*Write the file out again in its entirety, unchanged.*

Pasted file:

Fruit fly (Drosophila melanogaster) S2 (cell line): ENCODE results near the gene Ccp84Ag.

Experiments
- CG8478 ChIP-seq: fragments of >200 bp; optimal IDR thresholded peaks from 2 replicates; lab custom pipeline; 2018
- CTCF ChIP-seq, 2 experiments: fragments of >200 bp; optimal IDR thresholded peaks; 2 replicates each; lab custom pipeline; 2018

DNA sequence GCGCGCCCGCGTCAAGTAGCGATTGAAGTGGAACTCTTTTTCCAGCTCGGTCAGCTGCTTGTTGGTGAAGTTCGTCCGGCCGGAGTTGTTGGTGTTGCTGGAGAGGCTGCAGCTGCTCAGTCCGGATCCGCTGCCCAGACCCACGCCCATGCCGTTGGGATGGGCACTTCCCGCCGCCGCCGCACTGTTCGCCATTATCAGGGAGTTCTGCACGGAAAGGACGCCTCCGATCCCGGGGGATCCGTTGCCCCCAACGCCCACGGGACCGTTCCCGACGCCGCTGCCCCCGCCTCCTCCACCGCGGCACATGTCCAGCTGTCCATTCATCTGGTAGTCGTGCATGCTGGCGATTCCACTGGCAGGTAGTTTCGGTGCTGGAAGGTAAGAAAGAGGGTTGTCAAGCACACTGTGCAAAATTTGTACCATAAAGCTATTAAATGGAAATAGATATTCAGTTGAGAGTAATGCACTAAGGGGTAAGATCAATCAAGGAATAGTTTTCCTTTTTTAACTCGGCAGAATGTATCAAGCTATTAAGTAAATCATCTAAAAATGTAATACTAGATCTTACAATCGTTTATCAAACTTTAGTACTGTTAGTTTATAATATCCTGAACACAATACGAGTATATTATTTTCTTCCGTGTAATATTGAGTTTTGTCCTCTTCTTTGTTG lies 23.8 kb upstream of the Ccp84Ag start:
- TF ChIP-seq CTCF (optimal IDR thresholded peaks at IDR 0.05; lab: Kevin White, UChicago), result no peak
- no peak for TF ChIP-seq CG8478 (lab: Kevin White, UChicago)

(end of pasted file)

Fruit fly (Drosophila melanogaster) S2 (cell line): ENCODE results near the gene Ccp84Ag.

Experiments
- CG8478 ChIP-seq: fragments of >200 bp; optimal IDR thresholded peaks from 2 replicates; lab custom pipeline; 2018
- CTCF ChIP-seq, 2 experiments: fragments of >200 bp; optimal IDR thresholded peaks; 2 replicates each; lab custom pipeline; 2018

DNA sequence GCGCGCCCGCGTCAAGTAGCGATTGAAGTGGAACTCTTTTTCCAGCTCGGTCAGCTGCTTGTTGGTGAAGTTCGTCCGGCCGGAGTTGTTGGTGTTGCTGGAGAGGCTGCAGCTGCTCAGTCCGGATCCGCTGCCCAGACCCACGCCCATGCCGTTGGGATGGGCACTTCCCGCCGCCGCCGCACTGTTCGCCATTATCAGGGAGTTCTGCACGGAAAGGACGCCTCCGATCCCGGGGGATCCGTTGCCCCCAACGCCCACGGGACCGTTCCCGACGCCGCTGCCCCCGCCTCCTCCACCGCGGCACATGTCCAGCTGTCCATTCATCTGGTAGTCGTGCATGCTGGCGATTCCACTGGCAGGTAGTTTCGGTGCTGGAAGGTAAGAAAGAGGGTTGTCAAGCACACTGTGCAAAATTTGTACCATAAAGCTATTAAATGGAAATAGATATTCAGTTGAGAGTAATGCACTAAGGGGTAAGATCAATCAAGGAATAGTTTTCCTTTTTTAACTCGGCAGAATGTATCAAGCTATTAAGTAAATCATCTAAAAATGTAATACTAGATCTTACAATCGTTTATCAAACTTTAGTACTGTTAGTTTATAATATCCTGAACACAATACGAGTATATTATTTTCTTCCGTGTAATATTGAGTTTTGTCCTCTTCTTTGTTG lies 23.8 kb upstream of the Ccp84Ag start:
- TF ChIP-seq CTCF (optimal IDR thresholded peaks at IDR 0.05; lab: Kevin White, UChicago), result no peak
- no peak for TF ChIP-seq CG8478 (lab: Kevin White, UChicago)